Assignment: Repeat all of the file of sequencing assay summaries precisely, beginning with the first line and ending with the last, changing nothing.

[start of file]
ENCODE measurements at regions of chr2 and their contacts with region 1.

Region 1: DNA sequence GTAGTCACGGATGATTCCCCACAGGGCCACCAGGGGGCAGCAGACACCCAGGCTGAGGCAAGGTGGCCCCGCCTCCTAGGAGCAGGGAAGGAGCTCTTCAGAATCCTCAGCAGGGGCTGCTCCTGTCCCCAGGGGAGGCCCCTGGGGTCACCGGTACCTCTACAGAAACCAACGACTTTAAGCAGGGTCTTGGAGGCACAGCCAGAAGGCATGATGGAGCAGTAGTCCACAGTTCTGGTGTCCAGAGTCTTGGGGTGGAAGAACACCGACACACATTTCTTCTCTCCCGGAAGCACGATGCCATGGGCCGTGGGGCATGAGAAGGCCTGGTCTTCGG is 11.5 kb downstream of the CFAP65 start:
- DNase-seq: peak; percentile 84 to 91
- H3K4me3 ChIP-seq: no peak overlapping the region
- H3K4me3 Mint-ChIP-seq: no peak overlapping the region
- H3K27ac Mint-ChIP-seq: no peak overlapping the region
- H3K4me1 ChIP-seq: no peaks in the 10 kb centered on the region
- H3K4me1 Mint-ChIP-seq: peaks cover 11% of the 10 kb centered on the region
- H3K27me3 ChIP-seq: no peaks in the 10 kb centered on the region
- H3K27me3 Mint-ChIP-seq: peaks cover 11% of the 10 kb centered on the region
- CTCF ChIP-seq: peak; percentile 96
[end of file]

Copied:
ENCODE measurements at regions of chr2 and their contacts with region 1.

Region 1: DNA sequence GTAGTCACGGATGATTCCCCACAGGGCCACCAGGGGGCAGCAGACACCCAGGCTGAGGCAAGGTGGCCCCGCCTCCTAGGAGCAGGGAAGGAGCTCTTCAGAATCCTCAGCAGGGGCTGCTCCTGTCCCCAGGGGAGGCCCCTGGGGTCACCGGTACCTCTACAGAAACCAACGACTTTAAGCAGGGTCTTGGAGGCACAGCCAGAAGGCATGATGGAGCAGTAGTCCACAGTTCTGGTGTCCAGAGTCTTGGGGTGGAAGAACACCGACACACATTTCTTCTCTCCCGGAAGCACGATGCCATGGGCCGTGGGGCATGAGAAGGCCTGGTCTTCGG is 11.5 kb downstream of the CFAP65 start:
- DNase-seq: peak; percentile 84 to 91
- H3K4me3 ChIP-seq: no peak overlapping the region
- H3K4me3 Mint-ChIP-seq: no peak overlapping the region
- H3K27ac Mint-ChIP-seq: no peak overlapping the region
- H3K4me1 ChIP-seq: no peaks in the 10 kb centered on the region
- H3K4me1 Mint-ChIP-seq: peaks cover 11% of the 10 kb centered on the region
- H3K27me3 ChIP-seq: no peaks in the 10 kb centered on the region
- H3K27me3 Mint-ChIP-seq: peaks cover 11% of the 10 kb centered on the region
- CTCF ChIP-seq: peak; percentile 96